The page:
Millionaires' club gets even more exclusive as membership falls by half
THE number of millionaires in Britain has fallen by half over the past two years, according to a new report published today.
The impact of the recession has culled membership levels of the exclusive club to a six-year low, with thousand of Scots affected. The Centre for Economics and Business Research (CEBR) estimates that there are currently about 242,000 millionaires in the UK, compared with 489,000 in 2007.
The centre cites the stalling property market and the slump in share prices as the main factors behind the decline, with people who crept over the elite threshold thanks to rising house prices now seeing their assets shrink in value.
Only three years ago, the CEBR estimated that the number of millionaires in Britain would swell to an all-time high of 760,000 by 2010 – a forecast that has been sunk by turmoil in the worldwide economy. Even with property prices showing signs of bottoming out, the CEBR estimates the millionaires' club will not increase in size until 2011.
Douglas McWilliams, chief executive of the CEBR, said: "The reason why the drop in the number of millionaires is so large is because a very large number of people had just crept over the millionaire threshold in the period from 2003 to 2007.
"This was mainly caused by the rise in house prices over that period. Having just crept over the threshold, most of these people have crept back under it again – many perhaps without ever knowing that they had become millionaires for a temporary period."
The report spells the latest bad news for Britain's wealthiest residents, with thousands of people in Scotland losing their millionaire status.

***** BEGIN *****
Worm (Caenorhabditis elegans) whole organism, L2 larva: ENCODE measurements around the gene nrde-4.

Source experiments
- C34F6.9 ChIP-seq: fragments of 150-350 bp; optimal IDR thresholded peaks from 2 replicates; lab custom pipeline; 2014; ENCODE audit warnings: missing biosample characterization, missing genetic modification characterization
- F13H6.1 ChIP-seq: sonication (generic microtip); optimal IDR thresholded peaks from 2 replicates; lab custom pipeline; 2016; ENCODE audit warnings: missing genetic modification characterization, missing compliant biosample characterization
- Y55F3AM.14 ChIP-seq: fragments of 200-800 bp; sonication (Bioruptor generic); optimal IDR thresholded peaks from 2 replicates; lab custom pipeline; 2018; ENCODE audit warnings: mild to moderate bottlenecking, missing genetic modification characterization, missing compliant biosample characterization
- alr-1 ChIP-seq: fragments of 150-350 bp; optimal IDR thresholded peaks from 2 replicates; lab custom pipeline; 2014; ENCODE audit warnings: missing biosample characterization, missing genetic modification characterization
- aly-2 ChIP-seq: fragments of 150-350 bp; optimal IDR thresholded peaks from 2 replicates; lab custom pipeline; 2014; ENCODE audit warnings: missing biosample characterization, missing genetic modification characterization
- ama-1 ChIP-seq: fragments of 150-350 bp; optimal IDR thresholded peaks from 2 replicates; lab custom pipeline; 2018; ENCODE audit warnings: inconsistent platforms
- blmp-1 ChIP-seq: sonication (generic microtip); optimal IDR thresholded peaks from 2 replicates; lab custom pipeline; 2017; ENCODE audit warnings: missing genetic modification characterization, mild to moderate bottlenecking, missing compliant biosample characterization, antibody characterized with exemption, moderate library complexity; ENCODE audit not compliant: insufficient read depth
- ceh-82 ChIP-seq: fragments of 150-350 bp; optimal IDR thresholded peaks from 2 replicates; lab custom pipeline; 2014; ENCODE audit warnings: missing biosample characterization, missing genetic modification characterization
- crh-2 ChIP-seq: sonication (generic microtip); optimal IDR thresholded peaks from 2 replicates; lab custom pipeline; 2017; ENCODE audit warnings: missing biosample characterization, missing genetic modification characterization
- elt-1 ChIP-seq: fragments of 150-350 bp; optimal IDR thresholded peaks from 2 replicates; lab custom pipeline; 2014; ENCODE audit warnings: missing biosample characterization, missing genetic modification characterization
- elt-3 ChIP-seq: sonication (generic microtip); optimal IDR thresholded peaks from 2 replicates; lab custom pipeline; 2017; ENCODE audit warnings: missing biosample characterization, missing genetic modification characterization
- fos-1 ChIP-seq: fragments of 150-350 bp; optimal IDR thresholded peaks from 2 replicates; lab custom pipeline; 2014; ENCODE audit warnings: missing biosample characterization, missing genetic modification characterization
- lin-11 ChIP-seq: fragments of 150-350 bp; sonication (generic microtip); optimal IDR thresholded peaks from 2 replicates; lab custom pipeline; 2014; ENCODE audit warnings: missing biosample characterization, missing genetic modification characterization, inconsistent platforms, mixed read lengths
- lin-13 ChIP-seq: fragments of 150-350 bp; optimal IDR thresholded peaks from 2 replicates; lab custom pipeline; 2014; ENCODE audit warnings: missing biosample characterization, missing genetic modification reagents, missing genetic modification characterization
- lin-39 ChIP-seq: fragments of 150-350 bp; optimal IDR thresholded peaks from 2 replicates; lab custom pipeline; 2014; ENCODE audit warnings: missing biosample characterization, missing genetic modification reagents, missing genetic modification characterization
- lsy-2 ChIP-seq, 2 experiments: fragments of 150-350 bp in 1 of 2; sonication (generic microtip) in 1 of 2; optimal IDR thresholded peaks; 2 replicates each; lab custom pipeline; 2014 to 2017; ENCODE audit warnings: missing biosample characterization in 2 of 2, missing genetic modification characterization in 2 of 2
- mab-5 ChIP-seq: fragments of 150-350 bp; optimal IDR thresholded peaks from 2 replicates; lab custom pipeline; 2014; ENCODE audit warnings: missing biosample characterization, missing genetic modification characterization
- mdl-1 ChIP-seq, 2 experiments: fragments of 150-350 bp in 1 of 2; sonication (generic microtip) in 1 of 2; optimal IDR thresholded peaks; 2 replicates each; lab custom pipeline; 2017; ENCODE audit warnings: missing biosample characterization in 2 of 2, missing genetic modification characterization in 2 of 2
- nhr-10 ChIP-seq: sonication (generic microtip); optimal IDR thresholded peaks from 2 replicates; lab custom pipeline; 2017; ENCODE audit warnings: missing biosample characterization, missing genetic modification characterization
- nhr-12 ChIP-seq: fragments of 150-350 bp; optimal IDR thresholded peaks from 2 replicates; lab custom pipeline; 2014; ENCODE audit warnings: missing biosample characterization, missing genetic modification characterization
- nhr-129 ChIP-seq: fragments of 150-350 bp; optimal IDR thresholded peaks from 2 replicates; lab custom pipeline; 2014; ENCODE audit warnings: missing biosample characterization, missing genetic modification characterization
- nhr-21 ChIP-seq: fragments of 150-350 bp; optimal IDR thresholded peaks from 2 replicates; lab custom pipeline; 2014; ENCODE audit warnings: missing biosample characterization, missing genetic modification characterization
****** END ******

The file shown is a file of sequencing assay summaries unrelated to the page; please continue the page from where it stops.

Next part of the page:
The exact number of those with a seven-figure fortune north of the Border is unclear, but according to the 2007 edition of the UK Millionaires Map, compiled by wealth management experts KDB, there were 37,326 such individuals, with Edinburgh alone home to 9,738.
If the CEBR estimates are correct, the number of millionaires in the capital may have fallen below 5,000. The same KDB study suggested there were 11,288 millionaires in Glasgow two years ago, which would mean around 5,600 people have seen their riches fall below seven figures.
Specific wealth hotspots could have been hit hard by the trend suggested by the CEBR.
A study by Eurodirect four years ago, based on shareholder records from the registers of the FT top 500 companies, suggested the EH4 postcode of Edinburgh – which includes the Blackhall, Barnton, and Silverknowes suburbs – had 277 millionaires, the highest in the UK.
At number two was AB15, comprising the Blacktop, Kingswells and Fairley districts of Aberdeen, with 240 millionaires.
The latest annual Sunday Times Rich List recently suggested only 43 billionaires remain in the UK, compared to 75 in 2008. Although the Rich List estimated that the collected wealth of the nation's richest people had fallen by 38 per cent in the past 12 months, Mr McWilliams put the figure slightly lower at 24 per cent.
"The difference almost certainly reflects the much higher levels of borrowing in relation to assets for billionaires than millionaires and the different pattern of asset holdings," he said.
"Billionaires have less than 10 per cent of their assets in property whereas the average millionaire in 2007 had 42 per cent of assets in property."
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